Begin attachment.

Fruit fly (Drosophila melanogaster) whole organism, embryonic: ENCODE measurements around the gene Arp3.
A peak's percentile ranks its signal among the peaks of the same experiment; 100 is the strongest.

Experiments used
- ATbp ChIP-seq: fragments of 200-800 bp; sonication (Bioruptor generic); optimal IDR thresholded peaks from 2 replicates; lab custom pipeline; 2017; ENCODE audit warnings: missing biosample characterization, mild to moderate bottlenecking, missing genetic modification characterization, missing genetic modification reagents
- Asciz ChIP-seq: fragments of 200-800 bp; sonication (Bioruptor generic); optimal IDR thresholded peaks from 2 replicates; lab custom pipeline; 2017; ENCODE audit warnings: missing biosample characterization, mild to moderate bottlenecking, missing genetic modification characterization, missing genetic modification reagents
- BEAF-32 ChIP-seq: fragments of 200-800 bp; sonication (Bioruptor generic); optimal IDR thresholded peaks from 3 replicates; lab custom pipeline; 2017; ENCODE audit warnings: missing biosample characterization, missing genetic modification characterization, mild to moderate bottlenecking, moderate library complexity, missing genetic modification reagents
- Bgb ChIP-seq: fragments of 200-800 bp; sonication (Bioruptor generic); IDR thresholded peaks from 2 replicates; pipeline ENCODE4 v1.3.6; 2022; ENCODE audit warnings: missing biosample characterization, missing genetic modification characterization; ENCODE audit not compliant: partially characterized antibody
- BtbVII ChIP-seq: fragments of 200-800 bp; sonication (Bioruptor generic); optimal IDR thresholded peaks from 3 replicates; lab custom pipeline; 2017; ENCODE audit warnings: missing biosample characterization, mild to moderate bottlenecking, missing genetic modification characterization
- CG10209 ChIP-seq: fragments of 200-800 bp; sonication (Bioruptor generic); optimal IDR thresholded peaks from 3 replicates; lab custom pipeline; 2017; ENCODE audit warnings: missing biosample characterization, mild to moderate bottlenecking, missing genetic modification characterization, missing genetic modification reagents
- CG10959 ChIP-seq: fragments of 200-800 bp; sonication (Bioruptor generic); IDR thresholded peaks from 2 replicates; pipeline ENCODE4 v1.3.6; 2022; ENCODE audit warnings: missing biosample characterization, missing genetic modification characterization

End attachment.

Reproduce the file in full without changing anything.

Fruit fly (Drosophila melanogaster) whole organism, embryonic: ENCODE measurements around the gene Arp3.
A peak's percentile ranks its signal among the peaks of the same experiment; 100 is the strongest.

Experiments used
- ATbp ChIP-seq: fragments of 200-800 bp; sonication (Bioruptor generic); optimal IDR thresholded peaks from 2 replicates; lab custom pipeline; 2017; ENCODE audit warnings: missing biosample characterization, mild to moderate bottlenecking, missing genetic modification characterization, missing genetic modification reagents
- Asciz ChIP-seq: fragments of 200-800 bp; sonication (Bioruptor generic); optimal IDR thresholded peaks from 2 replicates; lab custom pipeline; 2017; ENCODE audit warnings: missing biosample characterization, mild to moderate bottlenecking, missing genetic modification characterization, missing genetic modification reagents
- BEAF-32 ChIP-seq: fragments of 200-800 bp; sonication (Bioruptor generic); optimal IDR thresholded peaks from 3 replicates; lab custom pipeline; 2017; ENCODE audit warnings: missing biosample characterization, missing genetic modification characterization, mild to moderate bottlenecking, moderate library complexity, missing genetic modification reagents
- Bgb ChIP-seq: fragments of 200-800 bp; sonication (Bioruptor generic); IDR thresholded peaks from 2 replicates; pipeline ENCODE4 v1.3.6; 2022; ENCODE audit warnings: missing biosample characterization, missing genetic modification characterization; ENCODE audit not compliant: partially characterized antibody
- BtbVII ChIP-seq: fragments of 200-800 bp; sonication (Bioruptor generic); optimal IDR thresholded peaks from 3 replicates; lab custom pipeline; 2017; ENCODE audit warnings: missing biosample characterization, mild to moderate bottlenecking, missing genetic modification characterization
- CG10209 ChIP-seq: fragments of 200-800 bp; sonication (Bioruptor generic); optimal IDR thresholded peaks from 3 replicates; lab custom pipeline; 2017; ENCODE audit warnings: missing biosample characterization, mild to moderate bottlenecking, missing genetic modification characterization, missing genetic modification reagents
- CG10959 ChIP-seq: fragments of 200-800 bp; sonication (Bioruptor generic); IDR thresholded peaks from 2 replicates; pipeline ENCODE4 v1.3.6; 2022; ENCODE audit warnings: missing biosample characterization, missing genetic modification characterization